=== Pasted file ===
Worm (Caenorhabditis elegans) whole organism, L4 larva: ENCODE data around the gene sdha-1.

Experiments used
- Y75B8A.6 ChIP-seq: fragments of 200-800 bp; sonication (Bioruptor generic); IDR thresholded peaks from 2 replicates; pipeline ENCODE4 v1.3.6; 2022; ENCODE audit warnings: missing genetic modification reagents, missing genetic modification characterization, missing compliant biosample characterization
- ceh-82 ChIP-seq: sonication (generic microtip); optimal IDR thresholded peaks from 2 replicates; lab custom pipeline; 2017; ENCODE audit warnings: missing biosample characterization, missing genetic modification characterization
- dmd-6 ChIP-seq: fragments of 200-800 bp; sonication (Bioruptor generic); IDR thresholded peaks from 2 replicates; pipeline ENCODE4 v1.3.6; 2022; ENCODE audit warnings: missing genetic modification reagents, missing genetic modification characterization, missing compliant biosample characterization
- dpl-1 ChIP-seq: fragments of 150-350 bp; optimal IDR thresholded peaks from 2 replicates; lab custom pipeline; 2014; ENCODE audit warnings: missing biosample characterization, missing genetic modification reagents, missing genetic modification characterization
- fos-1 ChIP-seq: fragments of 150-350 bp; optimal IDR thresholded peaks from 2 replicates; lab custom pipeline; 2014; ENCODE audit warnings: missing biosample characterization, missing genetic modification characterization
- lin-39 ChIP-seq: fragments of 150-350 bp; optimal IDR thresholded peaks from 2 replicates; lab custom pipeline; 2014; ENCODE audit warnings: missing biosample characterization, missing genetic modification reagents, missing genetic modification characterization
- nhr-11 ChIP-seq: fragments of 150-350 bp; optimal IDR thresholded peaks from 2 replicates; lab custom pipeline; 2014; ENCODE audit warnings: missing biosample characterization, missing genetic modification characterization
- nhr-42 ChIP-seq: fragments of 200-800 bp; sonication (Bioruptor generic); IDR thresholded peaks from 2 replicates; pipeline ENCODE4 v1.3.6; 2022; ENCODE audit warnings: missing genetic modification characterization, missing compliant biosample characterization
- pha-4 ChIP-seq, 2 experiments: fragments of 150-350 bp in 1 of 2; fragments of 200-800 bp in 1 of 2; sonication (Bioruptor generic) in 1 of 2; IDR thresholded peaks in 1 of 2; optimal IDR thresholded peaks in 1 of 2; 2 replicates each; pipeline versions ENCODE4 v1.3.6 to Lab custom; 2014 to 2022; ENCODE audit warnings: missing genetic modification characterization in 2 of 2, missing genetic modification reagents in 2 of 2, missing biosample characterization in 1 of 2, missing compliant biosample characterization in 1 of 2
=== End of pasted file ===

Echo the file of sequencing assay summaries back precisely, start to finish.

Worm (Caenorhabditis elegans) whole organism, L4 larva: ENCODE data around the gene sdha-1.

Experiments used
- Y75B8A.6 ChIP-seq: fragments of 200-800 bp; sonication (Bioruptor generic); IDR thresholded peaks from 2 replicates; pipeline ENCODE4 v1.3.6; 2022; ENCODE audit warnings: missing genetic modification reagents, missing genetic modification characterization, missing compliant biosample characterization
- ceh-82 ChIP-seq: sonication (generic microtip); optimal IDR thresholded peaks from 2 replicates; lab custom pipeline; 2017; ENCODE audit warnings: missing biosample characterization, missing genetic modification characterization
- dmd-6 ChIP-seq: fragments of 200-800 bp; sonication (Bioruptor generic); IDR thresholded peaks from 2 replicates; pipeline ENCODE4 v1.3.6; 2022; ENCODE audit warnings: missing genetic modification reagents, missing genetic modification characterization, missing compliant biosample characterization
- dpl-1 ChIP-seq: fragments of 150-350 bp; optimal IDR thresholded peaks from 2 replicates; lab custom pipeline; 2014; ENCODE audit warnings: missing biosample characterization, missing genetic modification reagents, missing genetic modification characterization
- fos-1 ChIP-seq: fragments of 150-350 bp; optimal IDR thresholded peaks from 2 replicates; lab custom pipeline; 2014; ENCODE audit warnings: missing biosample characterization, missing genetic modification characterization
- lin-39 ChIP-seq: fragments of 150-350 bp; optimal IDR thresholded peaks from 2 replicates; lab custom pipeline; 2014; ENCODE audit warnings: missing biosample characterization, missing genetic modification reagents, missing genetic modification characterization
- nhr-11 ChIP-seq: fragments of 150-350 bp; optimal IDR thresholded peaks from 2 replicates; lab custom pipeline; 2014; ENCODE audit warnings: missing biosample characterization, missing genetic modification characterization
- nhr-42 ChIP-seq: fragments of 200-800 bp; sonication (Bioruptor generic); IDR thresholded peaks from 2 replicates; pipeline ENCODE4 v1.3.6; 2022; ENCODE audit warnings: missing genetic modification characterization, missing compliant biosample characterization
- pha-4 ChIP-seq, 2 experiments: fragments of 150-350 bp in 1 of 2; fragments of 200-800 bp in 1 of 2; sonication (Bioruptor generic) in 1 of 2; IDR thresholded peaks in 1 of 2; optimal IDR thresholded peaks in 1 of 2; 2 replicates each; pipeline versions ENCODE4 v1.3.6 to Lab custom; 2014 to 2022; ENCODE audit warnings: missing genetic modification characterization in 2 of 2, missing genetic modification reagents in 2 of 2, missing biosample characterization in 1 of 2, missing compliant biosample characterization in 1 of 2